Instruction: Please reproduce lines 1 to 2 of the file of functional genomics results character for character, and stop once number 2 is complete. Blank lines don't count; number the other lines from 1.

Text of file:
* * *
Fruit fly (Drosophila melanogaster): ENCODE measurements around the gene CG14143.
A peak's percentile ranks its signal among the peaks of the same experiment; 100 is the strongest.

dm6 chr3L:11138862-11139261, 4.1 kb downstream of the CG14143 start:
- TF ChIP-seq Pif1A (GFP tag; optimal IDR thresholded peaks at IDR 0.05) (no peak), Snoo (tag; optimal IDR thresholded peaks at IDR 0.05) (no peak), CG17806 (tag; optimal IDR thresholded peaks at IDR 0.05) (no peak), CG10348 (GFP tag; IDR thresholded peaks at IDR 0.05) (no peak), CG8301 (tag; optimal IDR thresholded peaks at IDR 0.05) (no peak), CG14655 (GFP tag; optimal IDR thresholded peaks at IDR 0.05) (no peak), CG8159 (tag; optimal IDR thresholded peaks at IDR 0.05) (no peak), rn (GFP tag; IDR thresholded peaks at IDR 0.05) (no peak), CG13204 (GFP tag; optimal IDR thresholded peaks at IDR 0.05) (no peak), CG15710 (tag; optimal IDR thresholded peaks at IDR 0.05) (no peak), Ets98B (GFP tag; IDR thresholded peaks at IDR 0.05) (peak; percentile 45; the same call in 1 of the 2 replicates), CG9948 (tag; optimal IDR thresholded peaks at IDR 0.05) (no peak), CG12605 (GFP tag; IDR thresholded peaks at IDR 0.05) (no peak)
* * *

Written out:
Fruit fly (Drosophila melanogaster): ENCODE measurements around the gene CG14143.
A peak's percentile ranks its signal among the peaks of the same experiment; 100 is the strongest.